Improving Breast Cancer Treatment At Cardiff

Armen Hareyan's picture

Cardiff University research could improve breast cancer treatment for women who become resistant to drugs such as tamoxifen.

While drugs such as tamoxifen have been successful in treating breast cancer, for a significant proportion of sufferers the drugs either fail to work, or after an initial successful response, the patient relapses as the cancer acquires or possesses resistance to the drug.


However researchers from the Welsh School of Pharmacy's Tenovus Centre for Cancer Research have discovered that inhibiting the activity of a certain protein in the cancer could prevent or even reverse the resistance to tamoxifen. The researchers noticed that when breast cancer cells grown in the laboratory develop resistance to tamoxifen, they show a large increase in the activity of a protein known as Src - and by stopping this activity resistance to tamoxifen can be prevented and even reversed.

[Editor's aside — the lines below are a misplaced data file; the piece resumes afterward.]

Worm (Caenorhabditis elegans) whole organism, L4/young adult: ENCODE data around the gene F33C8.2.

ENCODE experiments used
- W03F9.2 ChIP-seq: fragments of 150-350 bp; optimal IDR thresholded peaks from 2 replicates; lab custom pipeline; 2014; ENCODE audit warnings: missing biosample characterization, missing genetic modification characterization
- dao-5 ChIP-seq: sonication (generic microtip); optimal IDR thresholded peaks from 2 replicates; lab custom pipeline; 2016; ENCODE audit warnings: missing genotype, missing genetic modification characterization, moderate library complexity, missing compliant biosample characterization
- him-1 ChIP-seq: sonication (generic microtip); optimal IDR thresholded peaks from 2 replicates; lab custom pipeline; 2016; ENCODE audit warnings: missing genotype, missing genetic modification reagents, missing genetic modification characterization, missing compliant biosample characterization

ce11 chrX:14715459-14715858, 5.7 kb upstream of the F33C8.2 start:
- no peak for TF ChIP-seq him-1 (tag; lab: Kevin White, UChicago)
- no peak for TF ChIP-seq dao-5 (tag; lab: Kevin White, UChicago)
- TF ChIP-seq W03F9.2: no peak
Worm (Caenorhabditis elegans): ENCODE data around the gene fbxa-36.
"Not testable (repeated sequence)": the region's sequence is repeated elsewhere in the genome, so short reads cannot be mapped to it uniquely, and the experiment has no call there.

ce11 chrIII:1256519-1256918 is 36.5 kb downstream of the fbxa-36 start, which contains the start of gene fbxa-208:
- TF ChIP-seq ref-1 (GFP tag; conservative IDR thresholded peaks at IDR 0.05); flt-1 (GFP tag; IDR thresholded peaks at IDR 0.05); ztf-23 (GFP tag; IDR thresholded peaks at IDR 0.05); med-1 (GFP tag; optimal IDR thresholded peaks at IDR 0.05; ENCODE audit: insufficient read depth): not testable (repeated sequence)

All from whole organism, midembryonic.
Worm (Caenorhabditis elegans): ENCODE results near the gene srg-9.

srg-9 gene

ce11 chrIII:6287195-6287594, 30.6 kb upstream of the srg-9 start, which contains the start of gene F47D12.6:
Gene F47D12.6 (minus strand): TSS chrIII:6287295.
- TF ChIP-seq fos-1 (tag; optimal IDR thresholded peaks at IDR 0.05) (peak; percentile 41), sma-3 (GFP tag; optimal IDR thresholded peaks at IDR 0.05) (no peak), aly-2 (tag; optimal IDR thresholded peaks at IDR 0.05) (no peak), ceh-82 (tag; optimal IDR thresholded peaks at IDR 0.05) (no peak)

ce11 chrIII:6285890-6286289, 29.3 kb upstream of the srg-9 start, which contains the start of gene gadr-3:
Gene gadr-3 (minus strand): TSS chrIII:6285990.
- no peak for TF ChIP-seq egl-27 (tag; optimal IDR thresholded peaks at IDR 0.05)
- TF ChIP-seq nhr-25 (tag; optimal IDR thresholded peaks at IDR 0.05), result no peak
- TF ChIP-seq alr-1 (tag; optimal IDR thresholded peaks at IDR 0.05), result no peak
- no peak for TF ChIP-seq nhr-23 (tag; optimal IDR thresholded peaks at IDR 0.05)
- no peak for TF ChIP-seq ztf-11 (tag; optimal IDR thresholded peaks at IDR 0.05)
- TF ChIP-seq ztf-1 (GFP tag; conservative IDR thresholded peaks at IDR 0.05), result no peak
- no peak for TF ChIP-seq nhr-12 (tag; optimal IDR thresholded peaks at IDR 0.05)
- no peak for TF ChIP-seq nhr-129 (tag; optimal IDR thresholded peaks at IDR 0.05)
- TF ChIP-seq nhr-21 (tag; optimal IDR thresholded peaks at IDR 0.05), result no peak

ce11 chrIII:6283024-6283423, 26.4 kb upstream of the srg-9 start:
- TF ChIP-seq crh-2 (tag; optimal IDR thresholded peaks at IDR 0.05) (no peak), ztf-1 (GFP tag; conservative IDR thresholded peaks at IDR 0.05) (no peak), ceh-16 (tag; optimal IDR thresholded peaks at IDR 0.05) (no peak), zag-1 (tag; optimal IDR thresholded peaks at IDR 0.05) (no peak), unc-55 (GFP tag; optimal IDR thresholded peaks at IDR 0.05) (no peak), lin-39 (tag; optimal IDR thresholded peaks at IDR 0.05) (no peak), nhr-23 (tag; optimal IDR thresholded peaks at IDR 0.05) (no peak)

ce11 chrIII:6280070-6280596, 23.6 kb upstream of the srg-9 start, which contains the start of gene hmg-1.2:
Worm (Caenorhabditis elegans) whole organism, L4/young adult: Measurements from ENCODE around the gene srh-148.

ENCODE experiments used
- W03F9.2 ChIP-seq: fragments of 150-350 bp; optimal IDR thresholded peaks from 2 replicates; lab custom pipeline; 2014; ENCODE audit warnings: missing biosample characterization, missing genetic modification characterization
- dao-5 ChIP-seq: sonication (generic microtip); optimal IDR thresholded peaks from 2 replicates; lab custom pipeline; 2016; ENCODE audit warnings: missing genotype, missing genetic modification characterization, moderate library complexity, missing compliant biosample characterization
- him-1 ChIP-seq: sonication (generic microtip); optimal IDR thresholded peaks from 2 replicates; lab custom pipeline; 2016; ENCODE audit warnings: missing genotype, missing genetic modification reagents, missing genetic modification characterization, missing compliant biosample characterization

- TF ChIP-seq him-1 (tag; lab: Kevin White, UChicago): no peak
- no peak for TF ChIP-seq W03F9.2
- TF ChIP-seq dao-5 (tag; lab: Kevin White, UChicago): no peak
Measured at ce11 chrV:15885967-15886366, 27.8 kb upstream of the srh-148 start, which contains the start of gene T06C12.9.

Dr Stephen Hiscox of the Welsh School of Pharmacy, who led the research team and has just been appointed as one of the Cancer Research UK Cardiff University Research Fellows, explained: "We have previously shown that when breast cancer cells become resistant to medicines such as tamoxifen in the laboratory, they become more aggressive with an invasive behaviour. These are characteristics that can be promoted by Src, a protein which we have recently shown to be more active in tamoxifen-resistant than tamoxifen-sensitive breast cancer cells."

The collaborative research between Tenovus and AstraZeneca also found that the aggressive, invasive behaviour in the cells could be reduced by treating them with a specific inhibitor of Src activity, AZD0530, which also made the tamoxifen-resistant cells sensitive to tamoxifen again.